In addition, the angles of these selfies are what really spoke to me. I feel that the artist chose some very unique photos that had great angles. I thought the angle the photo was taken could also tell a lot about the person themself. For example, the third photo (the one after the black combat boots) shows a man lying on his stomach, in a very submissive manner. Perhaps, he is trying to appeal to men who are dominant and controlling. From these 12 selfies, it is clear that people really do project what they view as idealistic onto, not only themselves, but also to their audiences. If a man takes great pride in his penis, he will snap a photo of it to show that he is looking for something similar in another man, because it is what he finds attractive or desirable.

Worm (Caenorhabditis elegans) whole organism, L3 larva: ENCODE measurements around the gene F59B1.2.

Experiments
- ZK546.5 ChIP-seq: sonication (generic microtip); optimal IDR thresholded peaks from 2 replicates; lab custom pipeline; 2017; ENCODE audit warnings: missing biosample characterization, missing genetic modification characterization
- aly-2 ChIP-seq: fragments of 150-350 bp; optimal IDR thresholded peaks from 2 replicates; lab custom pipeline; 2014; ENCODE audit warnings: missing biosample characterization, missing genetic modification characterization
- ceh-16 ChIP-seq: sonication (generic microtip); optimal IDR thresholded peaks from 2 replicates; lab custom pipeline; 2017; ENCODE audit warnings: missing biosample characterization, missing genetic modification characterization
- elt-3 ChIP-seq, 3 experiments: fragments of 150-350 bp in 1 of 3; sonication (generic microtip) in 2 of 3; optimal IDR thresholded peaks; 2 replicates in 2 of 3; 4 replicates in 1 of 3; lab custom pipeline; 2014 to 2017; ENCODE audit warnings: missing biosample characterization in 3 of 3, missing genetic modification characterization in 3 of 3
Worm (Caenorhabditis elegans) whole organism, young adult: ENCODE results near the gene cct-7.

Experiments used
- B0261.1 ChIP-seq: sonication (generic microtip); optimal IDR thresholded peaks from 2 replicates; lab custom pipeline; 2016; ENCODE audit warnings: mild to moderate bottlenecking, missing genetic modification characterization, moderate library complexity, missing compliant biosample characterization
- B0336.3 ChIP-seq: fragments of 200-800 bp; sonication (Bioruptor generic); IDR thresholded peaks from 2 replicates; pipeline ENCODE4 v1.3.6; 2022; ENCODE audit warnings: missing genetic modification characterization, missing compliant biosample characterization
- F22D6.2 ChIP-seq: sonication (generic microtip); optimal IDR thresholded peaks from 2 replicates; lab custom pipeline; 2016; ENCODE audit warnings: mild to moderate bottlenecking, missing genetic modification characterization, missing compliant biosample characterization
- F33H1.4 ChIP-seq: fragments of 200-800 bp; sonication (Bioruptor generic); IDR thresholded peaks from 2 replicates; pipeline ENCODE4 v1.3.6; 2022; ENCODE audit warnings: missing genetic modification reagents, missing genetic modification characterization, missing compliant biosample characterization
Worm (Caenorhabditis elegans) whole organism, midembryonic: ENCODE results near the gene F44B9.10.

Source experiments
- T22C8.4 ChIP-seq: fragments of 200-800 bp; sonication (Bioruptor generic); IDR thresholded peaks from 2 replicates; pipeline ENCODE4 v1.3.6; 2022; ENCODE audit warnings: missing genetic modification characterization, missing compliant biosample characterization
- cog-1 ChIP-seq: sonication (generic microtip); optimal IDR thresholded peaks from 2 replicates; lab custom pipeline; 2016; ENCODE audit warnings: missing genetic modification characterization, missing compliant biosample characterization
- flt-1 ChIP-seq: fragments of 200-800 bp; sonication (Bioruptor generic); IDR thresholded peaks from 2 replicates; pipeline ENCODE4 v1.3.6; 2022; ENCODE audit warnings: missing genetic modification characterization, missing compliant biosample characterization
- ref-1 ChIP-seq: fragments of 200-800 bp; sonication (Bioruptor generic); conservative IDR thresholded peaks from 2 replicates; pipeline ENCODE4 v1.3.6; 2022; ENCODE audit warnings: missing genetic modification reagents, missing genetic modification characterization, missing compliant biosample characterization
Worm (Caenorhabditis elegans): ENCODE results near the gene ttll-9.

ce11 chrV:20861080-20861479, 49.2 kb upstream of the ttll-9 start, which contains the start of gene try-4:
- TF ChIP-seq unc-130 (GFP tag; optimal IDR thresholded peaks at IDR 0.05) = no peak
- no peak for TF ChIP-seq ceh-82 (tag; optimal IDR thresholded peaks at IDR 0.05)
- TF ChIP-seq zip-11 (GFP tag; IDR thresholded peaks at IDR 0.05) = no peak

After looking up what Kang Seung Lee had to say about this piece, it really a lot of things into perspective for me. He found most these photos by searching through various gay dating websites, and he is particularly interested in how the gay community’s “stereotyped desires” and fetishes. Again, these selfies are meant to project what each person thinks is attractive in general. He is also trying to depict how digital devices have greatly impacted how people see images and photos. From what I can tell, Kang Seung Lee does not believe this is a bad thing; in fact, he seems to appreciate how the “digital culture” has come to shape art. He says that photos based on digital culture are “small, portable, precious, and labored”, showing that he has nothing against modern technology affecting modern art.